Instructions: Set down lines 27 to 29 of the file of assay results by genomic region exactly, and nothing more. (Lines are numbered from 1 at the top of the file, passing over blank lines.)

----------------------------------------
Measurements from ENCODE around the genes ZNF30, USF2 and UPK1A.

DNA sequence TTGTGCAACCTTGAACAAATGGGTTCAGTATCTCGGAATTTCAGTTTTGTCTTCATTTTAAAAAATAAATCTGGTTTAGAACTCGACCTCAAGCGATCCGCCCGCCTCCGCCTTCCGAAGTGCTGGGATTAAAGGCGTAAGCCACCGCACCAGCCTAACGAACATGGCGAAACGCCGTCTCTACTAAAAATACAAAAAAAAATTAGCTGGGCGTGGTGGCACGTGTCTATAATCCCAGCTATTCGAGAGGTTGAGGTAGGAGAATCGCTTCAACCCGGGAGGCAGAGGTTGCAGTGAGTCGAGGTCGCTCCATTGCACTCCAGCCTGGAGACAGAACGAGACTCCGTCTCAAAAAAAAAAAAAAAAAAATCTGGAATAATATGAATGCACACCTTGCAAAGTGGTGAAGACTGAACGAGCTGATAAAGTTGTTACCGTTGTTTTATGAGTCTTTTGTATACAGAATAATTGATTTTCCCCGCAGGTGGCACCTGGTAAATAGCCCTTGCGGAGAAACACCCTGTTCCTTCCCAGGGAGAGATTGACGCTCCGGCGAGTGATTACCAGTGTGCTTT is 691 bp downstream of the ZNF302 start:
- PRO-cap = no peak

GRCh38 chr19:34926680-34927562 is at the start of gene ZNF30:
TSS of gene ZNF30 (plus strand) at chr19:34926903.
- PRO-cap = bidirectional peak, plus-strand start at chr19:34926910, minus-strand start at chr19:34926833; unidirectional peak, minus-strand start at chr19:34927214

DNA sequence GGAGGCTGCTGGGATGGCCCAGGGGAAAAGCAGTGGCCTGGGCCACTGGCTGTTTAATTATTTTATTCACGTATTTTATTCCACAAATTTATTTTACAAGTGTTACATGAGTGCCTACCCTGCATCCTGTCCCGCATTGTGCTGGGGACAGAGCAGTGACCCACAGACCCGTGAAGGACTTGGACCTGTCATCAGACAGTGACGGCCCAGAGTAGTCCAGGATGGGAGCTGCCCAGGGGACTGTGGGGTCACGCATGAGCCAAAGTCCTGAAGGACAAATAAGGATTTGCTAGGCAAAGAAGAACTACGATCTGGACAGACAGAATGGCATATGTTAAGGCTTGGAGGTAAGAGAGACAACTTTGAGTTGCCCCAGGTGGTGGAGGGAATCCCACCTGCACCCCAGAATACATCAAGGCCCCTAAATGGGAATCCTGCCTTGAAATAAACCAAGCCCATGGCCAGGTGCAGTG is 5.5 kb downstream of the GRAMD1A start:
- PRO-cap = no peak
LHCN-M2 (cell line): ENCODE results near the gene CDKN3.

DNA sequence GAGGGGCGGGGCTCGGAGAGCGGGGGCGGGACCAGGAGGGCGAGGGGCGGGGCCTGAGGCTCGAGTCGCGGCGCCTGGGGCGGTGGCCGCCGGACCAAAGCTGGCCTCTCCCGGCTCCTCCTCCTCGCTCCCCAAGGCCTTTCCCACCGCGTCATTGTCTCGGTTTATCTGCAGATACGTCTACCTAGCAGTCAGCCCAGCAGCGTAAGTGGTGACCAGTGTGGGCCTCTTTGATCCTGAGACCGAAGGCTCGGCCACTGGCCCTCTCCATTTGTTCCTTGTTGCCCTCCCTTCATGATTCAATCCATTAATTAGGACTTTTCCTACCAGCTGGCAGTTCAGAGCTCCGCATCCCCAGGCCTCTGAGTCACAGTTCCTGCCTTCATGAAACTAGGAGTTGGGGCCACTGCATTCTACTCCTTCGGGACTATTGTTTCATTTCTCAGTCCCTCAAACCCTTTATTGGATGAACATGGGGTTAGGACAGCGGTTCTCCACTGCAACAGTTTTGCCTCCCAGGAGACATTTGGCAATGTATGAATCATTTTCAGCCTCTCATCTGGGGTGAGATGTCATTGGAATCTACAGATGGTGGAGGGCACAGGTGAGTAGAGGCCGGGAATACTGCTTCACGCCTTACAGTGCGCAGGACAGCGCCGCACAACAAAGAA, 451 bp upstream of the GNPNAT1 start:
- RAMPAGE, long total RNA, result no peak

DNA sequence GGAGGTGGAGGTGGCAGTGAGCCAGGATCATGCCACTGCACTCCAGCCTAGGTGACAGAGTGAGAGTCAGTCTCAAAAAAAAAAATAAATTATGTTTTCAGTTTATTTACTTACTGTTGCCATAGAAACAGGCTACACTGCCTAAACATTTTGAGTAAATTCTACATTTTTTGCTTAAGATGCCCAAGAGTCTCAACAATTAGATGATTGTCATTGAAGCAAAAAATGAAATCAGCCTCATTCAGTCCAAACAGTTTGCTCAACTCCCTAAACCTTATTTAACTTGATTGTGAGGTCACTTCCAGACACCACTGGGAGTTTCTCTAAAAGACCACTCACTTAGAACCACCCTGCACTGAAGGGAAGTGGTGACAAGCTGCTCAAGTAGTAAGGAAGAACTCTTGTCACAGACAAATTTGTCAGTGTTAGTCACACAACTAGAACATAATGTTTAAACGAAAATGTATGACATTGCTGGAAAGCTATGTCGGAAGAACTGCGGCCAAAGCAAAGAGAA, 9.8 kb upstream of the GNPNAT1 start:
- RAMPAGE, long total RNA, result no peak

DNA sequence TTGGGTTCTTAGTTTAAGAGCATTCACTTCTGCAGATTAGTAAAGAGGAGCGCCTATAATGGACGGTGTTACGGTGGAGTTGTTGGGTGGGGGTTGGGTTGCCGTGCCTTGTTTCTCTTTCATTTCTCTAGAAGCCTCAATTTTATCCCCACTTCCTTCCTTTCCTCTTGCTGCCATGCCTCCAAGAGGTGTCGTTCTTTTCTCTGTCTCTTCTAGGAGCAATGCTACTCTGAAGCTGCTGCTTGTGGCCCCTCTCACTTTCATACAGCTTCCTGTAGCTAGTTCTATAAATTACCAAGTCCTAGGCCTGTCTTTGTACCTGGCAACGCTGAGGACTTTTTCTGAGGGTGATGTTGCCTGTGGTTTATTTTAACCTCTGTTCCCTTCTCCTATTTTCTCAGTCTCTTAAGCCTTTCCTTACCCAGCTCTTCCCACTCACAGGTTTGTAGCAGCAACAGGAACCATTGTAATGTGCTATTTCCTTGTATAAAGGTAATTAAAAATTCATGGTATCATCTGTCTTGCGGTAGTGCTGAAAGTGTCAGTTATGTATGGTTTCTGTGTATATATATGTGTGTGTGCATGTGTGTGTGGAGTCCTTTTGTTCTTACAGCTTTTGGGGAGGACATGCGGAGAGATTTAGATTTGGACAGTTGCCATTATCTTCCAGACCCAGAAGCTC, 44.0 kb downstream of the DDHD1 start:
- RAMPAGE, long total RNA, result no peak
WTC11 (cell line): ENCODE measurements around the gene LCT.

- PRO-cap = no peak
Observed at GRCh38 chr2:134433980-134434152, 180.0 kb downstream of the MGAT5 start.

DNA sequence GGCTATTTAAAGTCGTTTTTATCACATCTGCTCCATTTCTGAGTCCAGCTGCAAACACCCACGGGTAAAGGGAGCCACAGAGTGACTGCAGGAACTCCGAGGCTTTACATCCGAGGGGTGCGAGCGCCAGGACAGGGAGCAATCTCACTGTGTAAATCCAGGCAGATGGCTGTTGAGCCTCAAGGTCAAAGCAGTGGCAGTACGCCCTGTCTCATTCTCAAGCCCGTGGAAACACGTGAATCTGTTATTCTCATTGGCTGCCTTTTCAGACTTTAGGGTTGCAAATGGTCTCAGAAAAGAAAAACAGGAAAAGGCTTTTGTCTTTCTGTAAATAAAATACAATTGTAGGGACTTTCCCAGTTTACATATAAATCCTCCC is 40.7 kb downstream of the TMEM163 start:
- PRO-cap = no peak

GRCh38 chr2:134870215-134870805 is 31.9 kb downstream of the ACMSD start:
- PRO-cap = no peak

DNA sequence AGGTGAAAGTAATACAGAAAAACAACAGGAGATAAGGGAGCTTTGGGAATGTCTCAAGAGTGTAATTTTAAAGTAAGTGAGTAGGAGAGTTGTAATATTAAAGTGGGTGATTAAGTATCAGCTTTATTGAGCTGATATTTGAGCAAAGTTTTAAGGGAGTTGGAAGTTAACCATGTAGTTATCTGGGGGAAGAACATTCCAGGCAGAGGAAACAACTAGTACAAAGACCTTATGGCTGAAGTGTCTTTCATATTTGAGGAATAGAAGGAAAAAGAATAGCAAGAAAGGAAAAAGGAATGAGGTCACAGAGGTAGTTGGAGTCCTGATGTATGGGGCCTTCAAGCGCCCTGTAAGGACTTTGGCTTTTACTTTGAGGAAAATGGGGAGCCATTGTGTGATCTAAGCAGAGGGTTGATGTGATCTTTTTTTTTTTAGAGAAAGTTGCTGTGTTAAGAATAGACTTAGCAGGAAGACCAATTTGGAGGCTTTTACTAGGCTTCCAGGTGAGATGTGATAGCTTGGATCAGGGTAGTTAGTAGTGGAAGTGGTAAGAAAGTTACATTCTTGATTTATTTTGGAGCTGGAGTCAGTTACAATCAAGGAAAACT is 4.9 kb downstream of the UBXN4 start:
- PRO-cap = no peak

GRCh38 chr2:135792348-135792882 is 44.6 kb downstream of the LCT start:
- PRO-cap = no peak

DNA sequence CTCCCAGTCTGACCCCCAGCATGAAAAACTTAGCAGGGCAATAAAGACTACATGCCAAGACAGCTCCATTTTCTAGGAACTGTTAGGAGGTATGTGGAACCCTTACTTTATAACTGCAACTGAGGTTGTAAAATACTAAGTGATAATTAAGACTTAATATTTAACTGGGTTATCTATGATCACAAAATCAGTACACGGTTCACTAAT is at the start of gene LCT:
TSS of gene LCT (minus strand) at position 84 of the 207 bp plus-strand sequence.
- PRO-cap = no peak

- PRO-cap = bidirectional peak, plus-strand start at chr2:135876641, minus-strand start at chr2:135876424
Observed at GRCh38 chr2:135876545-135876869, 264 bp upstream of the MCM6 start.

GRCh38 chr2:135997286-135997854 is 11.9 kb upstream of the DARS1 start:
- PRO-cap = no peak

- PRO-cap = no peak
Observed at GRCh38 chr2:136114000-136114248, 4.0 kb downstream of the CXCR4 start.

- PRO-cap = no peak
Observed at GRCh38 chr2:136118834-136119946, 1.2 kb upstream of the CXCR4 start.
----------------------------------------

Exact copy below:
DNA sequence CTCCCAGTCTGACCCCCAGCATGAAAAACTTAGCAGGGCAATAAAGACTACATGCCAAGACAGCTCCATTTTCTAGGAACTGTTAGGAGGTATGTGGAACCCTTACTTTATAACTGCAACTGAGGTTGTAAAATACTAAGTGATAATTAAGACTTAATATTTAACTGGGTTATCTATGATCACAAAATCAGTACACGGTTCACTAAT is at the start of gene LCT:
TSS of gene LCT (minus strand) at position 84 of the 207 bp plus-strand sequence.
- PRO-cap = no peak